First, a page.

Groves turned to Banner|Aetna’s efforts to address mental health following the pandemic. Through the relationship with CVS and other outreach strategies, the venture is using technology to help identify those with mental health challenges. Regular meetings among clinical leaders have led to the development of more website information on how to access behavioral health services, including a crisis line, if needed.

On the consumer side, Grote highlighted the upcoming launch of “frictionless billing,” which he said consolidates bills and explanation of benefits forms from multiple providers into a single document, which will also reflect any co-pays already paid by the patient. “It’s designed to alleviate complexity and confusion,” he said.

The next piece will be a health center and multispecialty health office that offers “1-stop shopping” for various services, including primary care, specialty care, laboratory tests, pharmacy, and imaging.

But the biggest shift in the Banner|Aetna venture has been the decision to move into the individual market, which occurred in part because so few insurers were giving consumers options. Just a few years ago, Grote said, there were only 2 payers in all of Arizona; today the state has 8 insurers. “We are an Arizona-based company,” he noted. “We want to serve as many Arizonans as we can, so entering this market was very important to us.”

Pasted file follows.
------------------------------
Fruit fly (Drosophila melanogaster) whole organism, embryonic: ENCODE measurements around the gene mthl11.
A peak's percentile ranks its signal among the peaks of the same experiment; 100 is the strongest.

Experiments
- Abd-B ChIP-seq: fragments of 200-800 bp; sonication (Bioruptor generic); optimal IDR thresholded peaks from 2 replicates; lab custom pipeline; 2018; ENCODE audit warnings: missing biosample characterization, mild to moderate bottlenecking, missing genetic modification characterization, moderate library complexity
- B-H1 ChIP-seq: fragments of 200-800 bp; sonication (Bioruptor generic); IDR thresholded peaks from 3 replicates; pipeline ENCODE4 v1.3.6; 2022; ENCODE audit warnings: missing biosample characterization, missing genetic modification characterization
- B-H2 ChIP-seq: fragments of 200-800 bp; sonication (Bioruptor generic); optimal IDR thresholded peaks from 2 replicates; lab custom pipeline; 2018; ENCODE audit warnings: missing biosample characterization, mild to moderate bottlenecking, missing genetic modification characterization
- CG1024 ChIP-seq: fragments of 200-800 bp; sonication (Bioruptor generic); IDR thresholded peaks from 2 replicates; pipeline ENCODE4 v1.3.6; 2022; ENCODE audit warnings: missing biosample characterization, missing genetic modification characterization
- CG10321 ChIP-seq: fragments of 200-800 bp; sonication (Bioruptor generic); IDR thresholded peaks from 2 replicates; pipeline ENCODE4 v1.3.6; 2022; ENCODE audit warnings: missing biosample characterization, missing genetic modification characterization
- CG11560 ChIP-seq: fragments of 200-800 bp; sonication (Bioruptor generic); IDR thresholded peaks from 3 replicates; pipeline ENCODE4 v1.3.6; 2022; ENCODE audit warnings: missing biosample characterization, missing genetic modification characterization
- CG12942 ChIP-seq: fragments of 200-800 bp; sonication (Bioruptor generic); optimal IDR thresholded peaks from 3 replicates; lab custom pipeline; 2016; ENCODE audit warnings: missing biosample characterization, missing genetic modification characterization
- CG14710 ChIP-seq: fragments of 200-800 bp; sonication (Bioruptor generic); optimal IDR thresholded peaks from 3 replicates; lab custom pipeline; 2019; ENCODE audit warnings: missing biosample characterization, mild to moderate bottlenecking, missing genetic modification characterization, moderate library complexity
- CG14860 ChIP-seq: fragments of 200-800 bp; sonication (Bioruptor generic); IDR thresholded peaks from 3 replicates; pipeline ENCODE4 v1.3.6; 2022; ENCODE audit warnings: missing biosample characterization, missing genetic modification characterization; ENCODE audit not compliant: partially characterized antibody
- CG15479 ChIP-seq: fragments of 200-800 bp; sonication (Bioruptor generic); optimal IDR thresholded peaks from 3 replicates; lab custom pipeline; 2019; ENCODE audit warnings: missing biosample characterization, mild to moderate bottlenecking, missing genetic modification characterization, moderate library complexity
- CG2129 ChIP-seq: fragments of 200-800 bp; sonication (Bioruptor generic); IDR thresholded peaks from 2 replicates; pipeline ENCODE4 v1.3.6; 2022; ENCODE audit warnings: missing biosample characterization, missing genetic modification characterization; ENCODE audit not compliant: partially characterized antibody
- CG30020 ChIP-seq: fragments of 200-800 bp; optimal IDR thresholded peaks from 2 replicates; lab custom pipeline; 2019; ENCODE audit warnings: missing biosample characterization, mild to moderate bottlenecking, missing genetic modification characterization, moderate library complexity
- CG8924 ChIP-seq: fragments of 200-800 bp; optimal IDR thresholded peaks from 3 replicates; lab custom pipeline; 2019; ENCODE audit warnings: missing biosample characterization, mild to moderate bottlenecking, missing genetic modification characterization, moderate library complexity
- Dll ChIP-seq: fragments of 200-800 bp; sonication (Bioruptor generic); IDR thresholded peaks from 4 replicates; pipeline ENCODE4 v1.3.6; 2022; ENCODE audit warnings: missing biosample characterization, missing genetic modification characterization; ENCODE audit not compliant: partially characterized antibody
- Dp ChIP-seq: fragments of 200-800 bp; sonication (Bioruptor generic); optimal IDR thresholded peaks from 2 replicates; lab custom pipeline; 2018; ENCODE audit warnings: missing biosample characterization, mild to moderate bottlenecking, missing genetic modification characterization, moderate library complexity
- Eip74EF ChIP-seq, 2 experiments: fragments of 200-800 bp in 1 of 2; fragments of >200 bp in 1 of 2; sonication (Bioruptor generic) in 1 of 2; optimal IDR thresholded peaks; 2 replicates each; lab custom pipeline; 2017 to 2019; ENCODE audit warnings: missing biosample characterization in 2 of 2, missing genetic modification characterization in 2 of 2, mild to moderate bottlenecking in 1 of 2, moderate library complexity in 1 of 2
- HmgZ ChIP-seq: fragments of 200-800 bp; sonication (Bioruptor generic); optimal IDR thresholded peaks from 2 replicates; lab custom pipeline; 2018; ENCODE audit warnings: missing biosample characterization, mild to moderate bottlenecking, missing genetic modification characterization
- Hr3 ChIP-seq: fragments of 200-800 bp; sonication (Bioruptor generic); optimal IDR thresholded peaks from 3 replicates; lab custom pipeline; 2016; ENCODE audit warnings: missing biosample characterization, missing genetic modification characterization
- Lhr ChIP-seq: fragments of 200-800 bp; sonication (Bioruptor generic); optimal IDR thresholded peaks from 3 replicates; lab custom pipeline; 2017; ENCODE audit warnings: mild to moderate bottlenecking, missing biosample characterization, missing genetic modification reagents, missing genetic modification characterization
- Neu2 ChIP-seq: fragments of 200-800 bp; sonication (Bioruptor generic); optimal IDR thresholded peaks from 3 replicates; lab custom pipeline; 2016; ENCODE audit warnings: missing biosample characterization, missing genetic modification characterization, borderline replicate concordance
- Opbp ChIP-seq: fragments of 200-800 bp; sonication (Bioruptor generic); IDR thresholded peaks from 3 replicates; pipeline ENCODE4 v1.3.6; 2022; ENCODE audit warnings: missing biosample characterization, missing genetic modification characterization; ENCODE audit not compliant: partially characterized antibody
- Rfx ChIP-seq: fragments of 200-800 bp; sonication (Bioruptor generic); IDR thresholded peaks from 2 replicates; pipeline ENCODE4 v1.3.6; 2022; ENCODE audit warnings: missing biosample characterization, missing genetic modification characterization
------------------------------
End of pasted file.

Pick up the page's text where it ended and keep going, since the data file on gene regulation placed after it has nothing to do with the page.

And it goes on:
Groves said that despite the difficulties in health care, the collaborative model, “where incentives are aligned, and we’re working together to solve problems, makes me incredibly optimistic about the future.”

To view the full webinar in the Matters in Managed Care series, visit ajmc.com/mimcmay2022-1, ajmc.com/mimcmay2022-2, ajmc.com/mimcmay2022-3, and ajmc.com/mimcmay2022-4.

REFERENCES

1. Alltucker K. Banner, Aetna to join forces on health plan. The Arizona Republic. November 4, 2016. Accessed May 16, 2022. https://www.azcentral.com/story/money/business/health/2016/11/04/banner-aetna-join-forces-health-plan/93140166/

2. Groves R. Thoughts on redesigning health care: aligning incentives to drive innovation. Am J Accountable Care. 2022;10(1):5-7. doi:10.37765/ajac.2022.88846

3. Grote T. Why are there still 800,000 uninsured Arizonans when no- and low-cost options exist? azcentral.com. December 2, 2021. Accessed May 16, 2022. https://www.azcentral.com/story/opinion/op-ed/2021/12/02/why-does-arizona-still-have-so-many-without-health-insurance/8727511002/

4. Virta Health. Accessed May 16, 2022. https://www.virtahealth.com/